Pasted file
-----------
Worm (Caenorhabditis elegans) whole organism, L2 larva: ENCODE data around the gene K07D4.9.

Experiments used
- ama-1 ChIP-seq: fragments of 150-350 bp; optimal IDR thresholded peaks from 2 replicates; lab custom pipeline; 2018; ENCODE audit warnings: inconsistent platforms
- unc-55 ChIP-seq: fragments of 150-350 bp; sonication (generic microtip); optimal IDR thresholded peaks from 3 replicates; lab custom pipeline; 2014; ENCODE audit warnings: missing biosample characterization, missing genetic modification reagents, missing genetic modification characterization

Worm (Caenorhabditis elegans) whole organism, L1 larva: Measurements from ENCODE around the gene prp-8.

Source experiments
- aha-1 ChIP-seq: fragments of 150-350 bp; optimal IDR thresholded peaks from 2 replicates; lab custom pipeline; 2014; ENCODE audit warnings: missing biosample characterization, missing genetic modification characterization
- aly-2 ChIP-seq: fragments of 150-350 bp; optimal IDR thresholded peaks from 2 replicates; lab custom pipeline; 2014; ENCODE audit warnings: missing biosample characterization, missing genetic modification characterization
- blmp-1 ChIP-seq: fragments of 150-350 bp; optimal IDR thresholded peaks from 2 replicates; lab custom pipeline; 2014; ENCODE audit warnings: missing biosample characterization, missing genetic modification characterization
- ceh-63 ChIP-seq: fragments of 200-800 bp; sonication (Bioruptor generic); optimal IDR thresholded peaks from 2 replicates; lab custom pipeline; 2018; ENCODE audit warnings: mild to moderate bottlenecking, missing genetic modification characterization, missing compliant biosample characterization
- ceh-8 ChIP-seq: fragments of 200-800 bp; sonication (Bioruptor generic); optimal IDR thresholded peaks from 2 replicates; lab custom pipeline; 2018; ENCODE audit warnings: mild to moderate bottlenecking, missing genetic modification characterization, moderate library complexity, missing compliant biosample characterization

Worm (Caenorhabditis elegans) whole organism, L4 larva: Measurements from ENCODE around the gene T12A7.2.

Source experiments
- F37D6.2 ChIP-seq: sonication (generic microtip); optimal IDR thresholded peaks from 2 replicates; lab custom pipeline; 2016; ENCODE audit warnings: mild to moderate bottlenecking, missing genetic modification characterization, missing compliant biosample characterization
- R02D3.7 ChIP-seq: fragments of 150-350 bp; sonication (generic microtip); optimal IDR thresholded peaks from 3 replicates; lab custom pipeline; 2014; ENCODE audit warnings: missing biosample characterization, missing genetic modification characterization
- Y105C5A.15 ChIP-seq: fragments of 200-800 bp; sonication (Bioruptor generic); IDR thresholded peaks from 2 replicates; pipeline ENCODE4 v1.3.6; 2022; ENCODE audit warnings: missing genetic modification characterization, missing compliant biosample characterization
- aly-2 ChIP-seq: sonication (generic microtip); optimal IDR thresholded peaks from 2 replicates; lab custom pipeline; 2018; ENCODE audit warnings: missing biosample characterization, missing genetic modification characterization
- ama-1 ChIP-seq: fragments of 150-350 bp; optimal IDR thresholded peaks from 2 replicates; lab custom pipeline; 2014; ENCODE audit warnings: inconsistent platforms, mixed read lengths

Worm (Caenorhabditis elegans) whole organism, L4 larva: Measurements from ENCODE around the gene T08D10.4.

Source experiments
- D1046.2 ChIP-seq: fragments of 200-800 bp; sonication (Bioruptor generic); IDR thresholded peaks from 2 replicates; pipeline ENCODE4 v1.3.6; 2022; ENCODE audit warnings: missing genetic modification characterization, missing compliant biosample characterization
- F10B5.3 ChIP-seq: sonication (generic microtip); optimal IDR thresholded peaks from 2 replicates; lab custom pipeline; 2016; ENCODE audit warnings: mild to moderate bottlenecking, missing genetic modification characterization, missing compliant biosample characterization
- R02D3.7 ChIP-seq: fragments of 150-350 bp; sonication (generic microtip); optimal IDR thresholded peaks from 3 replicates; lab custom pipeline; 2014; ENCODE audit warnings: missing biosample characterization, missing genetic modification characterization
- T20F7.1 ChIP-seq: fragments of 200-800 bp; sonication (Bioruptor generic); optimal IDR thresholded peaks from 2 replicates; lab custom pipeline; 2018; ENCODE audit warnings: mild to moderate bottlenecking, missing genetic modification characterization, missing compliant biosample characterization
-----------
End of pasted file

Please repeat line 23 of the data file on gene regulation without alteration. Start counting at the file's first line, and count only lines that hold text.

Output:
- R02D3.7 ChIP-seq: fragments of 150-350 bp; sonication (generic microtip); optimal IDR thresholded peaks from 3 replicates; lab custom pipeline; 2014; ENCODE audit warnings: missing biosample characterization, missing genetic modification characterization